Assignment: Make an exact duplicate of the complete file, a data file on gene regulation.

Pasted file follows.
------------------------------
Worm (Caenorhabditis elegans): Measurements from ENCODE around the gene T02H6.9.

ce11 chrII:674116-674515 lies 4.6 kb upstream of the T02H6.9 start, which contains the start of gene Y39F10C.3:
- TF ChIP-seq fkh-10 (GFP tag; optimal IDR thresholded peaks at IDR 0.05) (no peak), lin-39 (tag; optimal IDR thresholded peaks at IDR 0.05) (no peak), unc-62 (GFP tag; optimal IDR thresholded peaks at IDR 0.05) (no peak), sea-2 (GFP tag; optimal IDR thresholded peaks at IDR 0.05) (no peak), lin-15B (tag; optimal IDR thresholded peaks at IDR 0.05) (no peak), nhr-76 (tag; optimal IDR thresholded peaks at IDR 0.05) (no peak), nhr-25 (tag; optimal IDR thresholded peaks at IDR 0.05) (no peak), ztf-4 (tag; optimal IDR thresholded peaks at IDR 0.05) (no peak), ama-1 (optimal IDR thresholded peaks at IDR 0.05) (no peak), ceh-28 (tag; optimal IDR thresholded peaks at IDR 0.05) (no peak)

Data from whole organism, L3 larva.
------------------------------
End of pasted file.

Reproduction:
Worm (Caenorhabditis elegans): Measurements from ENCODE around the gene T02H6.9.

ce11 chrII:674116-674515 lies 4.6 kb upstream of the T02H6.9 start, which contains the start of gene Y39F10C.3:
- TF ChIP-seq fkh-10 (GFP tag; optimal IDR thresholded peaks at IDR 0.05) (no peak), lin-39 (tag; optimal IDR thresholded peaks at IDR 0.05) (no peak), unc-62 (GFP tag; optimal IDR thresholded peaks at IDR 0.05) (no peak), sea-2 (GFP tag; optimal IDR thresholded peaks at IDR 0.05) (no peak), lin-15B (tag; optimal IDR thresholded peaks at IDR 0.05) (no peak), nhr-76 (tag; optimal IDR thresholded peaks at IDR 0.05) (no peak), nhr-25 (tag; optimal IDR thresholded peaks at IDR 0.05) (no peak), ztf-4 (tag; optimal IDR thresholded peaks at IDR 0.05) (no peak), ama-1 (optimal IDR thresholded peaks at IDR 0.05) (no peak), ceh-28 (tag; optimal IDR thresholded peaks at IDR 0.05) (no peak)

Data from whole organism, L3 larva.